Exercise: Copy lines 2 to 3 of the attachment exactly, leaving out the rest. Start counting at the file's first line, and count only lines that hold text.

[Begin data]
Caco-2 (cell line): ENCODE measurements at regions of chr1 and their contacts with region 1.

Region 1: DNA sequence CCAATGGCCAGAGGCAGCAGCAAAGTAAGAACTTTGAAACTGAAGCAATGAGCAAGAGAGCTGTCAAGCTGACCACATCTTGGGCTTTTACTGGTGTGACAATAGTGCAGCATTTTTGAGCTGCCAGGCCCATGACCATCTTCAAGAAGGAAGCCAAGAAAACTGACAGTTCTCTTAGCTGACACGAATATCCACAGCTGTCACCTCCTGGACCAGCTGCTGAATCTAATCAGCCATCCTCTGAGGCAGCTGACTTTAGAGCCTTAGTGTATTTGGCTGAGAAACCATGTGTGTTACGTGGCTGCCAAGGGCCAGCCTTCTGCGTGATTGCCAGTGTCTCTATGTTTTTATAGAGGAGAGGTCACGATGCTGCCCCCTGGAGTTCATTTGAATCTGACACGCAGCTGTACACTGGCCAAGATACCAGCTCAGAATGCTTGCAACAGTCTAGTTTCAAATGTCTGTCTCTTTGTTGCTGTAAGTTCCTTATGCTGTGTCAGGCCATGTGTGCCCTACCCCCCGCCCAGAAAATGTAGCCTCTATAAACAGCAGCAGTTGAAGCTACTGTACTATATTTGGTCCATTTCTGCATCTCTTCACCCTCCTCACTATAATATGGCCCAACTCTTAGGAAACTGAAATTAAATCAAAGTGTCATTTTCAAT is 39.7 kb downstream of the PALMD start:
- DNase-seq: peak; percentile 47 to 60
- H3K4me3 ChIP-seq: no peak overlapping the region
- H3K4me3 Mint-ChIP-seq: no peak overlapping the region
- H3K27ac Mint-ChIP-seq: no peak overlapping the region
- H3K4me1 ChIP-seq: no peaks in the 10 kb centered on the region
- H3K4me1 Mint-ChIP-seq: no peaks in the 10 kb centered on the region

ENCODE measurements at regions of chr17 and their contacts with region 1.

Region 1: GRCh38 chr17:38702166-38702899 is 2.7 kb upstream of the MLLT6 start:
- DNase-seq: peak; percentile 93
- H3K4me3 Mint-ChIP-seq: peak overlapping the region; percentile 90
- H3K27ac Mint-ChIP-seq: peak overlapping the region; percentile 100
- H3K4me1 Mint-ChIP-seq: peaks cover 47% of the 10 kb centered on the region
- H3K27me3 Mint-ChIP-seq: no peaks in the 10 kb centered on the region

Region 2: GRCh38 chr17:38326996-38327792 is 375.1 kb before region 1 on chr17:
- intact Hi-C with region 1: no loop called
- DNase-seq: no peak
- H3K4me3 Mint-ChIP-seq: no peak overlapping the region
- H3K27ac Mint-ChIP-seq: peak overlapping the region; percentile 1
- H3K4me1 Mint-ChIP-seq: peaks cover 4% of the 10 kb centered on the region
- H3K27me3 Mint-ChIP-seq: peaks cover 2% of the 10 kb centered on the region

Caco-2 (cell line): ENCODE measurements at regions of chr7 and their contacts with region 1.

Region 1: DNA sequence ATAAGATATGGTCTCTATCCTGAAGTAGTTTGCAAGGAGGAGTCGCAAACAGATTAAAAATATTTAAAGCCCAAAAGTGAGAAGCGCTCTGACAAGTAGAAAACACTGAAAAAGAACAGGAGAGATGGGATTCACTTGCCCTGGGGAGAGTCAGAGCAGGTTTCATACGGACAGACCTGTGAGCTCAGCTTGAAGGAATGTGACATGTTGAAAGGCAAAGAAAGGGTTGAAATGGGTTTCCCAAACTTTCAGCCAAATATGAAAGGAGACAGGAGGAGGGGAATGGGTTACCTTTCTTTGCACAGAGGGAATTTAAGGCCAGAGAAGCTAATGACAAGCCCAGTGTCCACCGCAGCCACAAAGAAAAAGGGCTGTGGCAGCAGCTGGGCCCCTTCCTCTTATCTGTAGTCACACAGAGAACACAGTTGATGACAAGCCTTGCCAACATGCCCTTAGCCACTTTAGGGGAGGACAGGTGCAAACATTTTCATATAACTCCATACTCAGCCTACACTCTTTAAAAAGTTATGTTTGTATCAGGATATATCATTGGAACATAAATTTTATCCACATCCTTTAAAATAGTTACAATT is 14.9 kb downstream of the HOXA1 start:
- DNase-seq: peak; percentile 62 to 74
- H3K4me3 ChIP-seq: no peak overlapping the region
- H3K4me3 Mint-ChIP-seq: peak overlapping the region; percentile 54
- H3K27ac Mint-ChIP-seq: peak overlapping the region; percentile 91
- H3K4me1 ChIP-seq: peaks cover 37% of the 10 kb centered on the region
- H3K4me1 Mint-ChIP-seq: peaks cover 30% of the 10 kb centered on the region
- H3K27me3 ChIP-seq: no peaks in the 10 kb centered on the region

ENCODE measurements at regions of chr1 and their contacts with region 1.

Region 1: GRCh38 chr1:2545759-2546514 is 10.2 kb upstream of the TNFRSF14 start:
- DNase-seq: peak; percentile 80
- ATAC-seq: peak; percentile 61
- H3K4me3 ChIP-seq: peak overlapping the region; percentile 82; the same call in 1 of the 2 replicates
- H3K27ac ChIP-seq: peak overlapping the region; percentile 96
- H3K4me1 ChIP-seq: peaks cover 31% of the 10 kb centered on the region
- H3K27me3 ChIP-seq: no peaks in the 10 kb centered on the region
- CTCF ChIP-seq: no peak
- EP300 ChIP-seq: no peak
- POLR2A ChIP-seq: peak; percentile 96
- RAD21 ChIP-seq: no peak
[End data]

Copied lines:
Region 1: DNA sequence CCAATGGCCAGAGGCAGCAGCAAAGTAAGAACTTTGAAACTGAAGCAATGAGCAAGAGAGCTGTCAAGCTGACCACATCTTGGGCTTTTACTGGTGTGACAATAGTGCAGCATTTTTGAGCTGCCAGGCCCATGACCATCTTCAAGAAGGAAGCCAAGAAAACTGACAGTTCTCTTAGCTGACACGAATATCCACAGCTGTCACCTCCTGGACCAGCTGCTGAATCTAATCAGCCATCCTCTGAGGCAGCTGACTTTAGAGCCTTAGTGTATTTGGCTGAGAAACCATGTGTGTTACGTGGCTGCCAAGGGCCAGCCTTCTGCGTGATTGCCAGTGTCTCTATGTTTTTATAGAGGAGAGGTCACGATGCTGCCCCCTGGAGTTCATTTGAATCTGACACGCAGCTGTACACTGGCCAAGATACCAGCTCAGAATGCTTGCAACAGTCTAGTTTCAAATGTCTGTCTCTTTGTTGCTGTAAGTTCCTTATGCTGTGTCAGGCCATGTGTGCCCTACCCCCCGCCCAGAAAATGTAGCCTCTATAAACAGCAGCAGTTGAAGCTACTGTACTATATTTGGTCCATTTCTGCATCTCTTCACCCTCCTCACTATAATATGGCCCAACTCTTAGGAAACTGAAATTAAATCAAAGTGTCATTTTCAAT is 39.7 kb downstream of the PALMD start:
- DNase-seq: peak; percentile 47 to 60